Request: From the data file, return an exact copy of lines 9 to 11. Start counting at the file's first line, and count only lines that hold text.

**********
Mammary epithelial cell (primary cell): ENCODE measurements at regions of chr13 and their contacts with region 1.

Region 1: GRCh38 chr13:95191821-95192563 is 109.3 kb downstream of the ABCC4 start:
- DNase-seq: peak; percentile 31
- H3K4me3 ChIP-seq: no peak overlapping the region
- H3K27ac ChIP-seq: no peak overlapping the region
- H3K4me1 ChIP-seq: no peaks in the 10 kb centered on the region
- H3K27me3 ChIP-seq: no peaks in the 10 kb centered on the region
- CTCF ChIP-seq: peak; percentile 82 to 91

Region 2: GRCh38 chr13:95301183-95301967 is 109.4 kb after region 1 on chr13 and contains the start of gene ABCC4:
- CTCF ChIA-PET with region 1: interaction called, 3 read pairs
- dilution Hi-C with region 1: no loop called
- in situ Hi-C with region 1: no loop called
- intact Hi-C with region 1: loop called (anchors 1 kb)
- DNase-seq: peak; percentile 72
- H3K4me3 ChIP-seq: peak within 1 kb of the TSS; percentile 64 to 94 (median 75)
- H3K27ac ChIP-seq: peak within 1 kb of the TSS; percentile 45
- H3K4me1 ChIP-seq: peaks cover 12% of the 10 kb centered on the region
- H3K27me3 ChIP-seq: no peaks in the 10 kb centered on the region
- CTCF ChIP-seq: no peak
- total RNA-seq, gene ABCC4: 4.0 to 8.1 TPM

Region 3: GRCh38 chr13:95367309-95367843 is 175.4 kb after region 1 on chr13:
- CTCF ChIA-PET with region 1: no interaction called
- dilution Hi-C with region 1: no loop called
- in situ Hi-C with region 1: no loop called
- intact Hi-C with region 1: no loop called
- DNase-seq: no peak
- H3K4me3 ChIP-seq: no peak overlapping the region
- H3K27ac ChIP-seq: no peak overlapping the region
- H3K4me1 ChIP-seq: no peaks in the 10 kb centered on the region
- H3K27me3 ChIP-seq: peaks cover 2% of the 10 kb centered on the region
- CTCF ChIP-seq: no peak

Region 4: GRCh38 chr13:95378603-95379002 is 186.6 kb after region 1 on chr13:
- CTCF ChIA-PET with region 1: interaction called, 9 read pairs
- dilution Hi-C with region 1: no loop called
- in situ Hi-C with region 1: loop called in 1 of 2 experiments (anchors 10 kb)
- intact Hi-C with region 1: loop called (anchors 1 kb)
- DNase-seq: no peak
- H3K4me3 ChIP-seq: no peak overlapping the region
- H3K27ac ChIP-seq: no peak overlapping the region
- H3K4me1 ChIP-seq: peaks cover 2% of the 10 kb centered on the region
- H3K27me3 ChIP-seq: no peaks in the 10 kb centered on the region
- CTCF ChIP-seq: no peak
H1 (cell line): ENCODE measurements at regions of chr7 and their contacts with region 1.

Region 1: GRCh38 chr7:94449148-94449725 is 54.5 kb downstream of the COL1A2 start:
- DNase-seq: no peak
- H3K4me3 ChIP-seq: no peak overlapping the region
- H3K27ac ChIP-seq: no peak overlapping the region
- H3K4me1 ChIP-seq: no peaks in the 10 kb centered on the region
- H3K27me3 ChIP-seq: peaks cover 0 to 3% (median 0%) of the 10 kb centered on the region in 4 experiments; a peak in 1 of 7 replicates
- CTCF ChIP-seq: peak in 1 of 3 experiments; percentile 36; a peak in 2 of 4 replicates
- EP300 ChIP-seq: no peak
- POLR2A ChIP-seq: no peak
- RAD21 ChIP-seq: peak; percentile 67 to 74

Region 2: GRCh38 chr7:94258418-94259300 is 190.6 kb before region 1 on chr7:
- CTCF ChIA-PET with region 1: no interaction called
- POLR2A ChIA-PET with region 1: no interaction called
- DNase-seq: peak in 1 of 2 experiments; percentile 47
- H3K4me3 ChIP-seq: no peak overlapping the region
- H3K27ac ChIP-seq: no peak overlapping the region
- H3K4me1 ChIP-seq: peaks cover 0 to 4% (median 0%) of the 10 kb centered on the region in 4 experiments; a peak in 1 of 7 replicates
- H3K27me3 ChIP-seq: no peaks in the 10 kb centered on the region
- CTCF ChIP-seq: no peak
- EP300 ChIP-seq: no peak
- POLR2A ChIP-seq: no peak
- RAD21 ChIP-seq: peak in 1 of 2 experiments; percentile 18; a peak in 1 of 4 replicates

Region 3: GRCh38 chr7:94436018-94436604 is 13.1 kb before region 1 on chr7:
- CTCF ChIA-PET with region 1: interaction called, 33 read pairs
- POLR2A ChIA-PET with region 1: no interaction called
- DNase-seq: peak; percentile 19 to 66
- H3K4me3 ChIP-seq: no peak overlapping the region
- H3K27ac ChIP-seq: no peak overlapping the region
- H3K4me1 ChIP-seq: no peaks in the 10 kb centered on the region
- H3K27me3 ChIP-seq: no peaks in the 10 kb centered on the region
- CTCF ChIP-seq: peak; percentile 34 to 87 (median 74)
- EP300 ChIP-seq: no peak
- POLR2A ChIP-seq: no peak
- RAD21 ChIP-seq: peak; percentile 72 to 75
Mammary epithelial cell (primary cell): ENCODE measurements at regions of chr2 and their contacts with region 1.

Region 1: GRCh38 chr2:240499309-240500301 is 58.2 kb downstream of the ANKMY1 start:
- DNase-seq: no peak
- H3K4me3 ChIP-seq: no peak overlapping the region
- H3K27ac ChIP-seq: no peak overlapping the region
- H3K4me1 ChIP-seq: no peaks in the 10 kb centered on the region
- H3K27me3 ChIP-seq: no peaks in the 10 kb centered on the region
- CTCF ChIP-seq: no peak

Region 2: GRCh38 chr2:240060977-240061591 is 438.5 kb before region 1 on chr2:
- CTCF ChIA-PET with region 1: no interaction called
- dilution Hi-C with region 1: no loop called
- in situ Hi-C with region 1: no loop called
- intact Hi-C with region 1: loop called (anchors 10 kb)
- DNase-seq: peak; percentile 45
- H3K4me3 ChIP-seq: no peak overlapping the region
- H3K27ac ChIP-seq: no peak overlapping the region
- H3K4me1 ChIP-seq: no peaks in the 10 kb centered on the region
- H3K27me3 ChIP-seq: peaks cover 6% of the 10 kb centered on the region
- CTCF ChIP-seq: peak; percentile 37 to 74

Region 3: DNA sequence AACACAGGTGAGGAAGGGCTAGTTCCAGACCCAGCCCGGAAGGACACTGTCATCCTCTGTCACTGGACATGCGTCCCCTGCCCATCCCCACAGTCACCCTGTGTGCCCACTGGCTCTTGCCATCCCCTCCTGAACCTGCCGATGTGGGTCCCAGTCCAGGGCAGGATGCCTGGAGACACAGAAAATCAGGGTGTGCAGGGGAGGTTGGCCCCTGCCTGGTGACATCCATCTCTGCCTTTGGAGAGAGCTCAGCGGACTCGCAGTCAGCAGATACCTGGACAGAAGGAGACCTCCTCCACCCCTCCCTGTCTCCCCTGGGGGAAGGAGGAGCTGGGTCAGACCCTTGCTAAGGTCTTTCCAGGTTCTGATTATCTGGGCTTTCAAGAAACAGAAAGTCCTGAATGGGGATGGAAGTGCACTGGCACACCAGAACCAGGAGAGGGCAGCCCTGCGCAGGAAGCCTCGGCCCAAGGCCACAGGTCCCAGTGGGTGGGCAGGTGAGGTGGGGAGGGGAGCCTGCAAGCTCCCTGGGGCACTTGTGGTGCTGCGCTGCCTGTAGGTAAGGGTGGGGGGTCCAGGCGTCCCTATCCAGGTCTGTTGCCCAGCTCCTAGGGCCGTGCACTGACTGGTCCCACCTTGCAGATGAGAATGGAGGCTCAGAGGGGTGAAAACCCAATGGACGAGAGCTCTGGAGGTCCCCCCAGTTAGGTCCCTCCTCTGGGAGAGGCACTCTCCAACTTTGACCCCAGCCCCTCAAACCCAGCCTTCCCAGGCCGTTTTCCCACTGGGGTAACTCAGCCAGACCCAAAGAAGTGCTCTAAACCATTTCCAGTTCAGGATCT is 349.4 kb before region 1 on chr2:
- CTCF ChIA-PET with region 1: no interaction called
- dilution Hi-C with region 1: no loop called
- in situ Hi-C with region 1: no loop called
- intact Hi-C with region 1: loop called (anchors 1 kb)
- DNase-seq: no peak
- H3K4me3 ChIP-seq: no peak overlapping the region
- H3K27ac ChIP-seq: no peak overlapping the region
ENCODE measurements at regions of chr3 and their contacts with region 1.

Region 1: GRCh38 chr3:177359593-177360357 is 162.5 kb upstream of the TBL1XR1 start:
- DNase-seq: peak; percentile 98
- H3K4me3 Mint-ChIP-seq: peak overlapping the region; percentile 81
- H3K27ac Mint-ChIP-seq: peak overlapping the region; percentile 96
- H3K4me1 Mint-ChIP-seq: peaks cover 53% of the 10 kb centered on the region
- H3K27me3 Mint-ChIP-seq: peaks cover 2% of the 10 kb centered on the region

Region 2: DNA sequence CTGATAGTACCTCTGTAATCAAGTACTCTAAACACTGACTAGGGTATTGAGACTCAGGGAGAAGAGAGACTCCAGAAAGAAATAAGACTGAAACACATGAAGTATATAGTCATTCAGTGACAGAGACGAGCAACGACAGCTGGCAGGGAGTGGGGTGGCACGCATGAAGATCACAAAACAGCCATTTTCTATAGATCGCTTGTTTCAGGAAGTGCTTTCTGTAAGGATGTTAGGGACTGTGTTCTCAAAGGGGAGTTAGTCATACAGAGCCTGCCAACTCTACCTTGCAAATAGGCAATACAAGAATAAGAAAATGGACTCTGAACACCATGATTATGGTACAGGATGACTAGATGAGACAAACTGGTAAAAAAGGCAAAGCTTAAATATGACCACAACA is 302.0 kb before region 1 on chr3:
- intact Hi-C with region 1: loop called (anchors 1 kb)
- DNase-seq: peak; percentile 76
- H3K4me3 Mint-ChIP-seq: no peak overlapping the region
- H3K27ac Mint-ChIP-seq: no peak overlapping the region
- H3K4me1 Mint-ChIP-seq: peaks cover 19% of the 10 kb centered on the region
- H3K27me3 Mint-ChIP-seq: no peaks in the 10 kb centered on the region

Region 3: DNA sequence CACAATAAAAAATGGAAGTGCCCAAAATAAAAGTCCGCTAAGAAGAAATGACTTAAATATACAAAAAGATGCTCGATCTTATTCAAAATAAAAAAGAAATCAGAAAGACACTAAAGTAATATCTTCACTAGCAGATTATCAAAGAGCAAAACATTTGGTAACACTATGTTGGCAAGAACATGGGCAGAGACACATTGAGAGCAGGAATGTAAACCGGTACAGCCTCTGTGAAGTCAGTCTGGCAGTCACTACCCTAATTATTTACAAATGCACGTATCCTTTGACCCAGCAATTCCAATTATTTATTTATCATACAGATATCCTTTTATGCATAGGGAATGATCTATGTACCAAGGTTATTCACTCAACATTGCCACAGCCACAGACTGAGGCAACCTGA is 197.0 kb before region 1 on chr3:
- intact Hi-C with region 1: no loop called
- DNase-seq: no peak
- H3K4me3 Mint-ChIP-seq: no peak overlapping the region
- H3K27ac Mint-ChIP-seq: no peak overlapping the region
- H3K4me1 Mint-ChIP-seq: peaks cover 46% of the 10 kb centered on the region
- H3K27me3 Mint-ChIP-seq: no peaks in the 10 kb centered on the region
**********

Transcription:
Region 2: GRCh38 chr13:95301183-95301967 is 109.4 kb after region 1 on chr13 and contains the start of gene ABCC4:
- CTCF ChIA-PET with region 1: interaction called, 3 read pairs
- dilution Hi-C with region 1: no loop called